The beehives were discovered on Saturday morning scattered across the bee yard, the Brazoria County Beekeepers Association (BCBA) wrote on Facebook. Several hives appeared ashen-black and one brood frame floated in the water nearby with bees still caring for the eggs.
“It’s bad enough to think in today’s world this would happen but dumping them over and then setting fire to them is beyond comprehension,” the BCBA said in the post.
Each colony averages 30,000 bees, BCBA president Steven Brackman told the Houston Chronicle. He estimated at least 20 hives were damaged and half a million bees burned to death or drowned.
Authorities are searching for suspects in the attack. The county’s sheriff’s office told Houston station KTRK-TV this would be a difficult case to solve because there were no witnesses.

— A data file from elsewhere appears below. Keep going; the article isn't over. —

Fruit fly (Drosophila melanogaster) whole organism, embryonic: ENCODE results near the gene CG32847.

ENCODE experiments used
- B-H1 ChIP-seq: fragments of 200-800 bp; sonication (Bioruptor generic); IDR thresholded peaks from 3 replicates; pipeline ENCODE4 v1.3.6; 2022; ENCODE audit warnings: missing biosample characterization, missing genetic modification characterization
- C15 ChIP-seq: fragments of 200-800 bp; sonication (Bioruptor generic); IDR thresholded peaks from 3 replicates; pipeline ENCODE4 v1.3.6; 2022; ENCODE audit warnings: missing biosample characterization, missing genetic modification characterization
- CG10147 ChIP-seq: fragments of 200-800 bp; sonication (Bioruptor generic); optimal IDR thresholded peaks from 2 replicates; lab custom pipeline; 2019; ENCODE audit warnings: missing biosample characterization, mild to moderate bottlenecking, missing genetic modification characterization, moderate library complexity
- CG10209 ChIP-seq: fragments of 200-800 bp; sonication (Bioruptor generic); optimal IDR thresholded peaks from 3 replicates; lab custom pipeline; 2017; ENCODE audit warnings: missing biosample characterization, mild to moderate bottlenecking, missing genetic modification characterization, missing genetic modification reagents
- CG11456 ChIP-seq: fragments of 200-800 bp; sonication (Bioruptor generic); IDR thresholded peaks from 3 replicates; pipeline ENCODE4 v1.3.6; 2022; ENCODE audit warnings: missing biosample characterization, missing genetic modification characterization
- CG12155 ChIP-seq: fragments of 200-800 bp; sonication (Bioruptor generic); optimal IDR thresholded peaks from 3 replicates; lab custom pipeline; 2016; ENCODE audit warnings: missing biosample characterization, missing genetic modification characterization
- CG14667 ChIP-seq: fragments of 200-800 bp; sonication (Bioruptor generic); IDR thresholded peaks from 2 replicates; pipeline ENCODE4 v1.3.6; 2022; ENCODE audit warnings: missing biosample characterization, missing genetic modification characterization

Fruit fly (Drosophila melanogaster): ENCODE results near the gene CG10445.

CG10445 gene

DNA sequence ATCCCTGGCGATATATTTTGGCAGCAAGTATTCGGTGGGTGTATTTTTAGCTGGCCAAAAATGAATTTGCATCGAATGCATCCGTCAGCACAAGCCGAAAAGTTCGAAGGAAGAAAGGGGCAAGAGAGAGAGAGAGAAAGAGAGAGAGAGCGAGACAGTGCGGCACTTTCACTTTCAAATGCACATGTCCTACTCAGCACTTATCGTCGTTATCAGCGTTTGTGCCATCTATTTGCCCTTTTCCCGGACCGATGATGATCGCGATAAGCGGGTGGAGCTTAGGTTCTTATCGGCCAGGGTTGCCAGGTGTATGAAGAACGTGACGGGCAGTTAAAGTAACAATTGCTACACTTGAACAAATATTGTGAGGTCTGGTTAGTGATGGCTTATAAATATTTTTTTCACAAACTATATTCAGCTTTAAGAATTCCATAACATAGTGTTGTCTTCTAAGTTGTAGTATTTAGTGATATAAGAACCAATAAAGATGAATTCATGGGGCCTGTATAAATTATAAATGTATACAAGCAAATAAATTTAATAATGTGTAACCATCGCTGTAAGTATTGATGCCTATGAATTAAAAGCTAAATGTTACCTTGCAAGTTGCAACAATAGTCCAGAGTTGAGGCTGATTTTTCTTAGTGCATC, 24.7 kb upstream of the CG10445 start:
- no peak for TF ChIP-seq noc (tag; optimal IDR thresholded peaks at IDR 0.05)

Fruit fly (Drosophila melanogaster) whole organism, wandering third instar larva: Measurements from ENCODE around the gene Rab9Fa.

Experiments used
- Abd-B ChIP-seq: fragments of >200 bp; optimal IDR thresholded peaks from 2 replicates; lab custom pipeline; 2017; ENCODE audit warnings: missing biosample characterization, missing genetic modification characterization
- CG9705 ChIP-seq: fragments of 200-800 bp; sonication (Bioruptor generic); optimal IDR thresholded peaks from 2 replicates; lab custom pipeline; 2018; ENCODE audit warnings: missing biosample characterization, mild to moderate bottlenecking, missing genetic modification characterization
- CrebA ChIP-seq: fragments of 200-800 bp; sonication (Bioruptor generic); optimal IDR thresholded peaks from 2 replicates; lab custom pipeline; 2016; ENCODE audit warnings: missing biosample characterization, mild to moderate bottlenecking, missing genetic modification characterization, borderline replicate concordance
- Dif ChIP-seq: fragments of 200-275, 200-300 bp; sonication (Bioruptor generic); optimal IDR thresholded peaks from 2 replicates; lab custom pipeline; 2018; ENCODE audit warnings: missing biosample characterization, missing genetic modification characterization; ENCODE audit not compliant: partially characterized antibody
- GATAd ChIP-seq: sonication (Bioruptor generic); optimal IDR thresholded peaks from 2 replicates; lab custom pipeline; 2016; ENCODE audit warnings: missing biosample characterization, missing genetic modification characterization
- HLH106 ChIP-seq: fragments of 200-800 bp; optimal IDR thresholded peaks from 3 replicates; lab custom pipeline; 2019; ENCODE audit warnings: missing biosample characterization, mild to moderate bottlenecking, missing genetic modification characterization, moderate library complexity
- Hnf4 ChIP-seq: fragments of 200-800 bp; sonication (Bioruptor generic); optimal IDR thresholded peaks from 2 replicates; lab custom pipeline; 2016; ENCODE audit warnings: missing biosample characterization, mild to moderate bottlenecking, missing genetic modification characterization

The suspects are expected to face charges of arson and felony criminal mischief, according to the station.
The BCBA, which has more than 300 members, said it is offering a $1,000 reward, on top of the $5,000 reward offered by Brazoria County Crime Stoppers, for information leading to the suspects' arrest.
The bees are at their most active during this time of year when pollen starts coming in on the trees, which bees use to reproduce, Brackman said. He said it may take at least a year to replace the lost bees and honey.
"Every colony that we lose is a major catastrophe to the environment," Brackman told the station.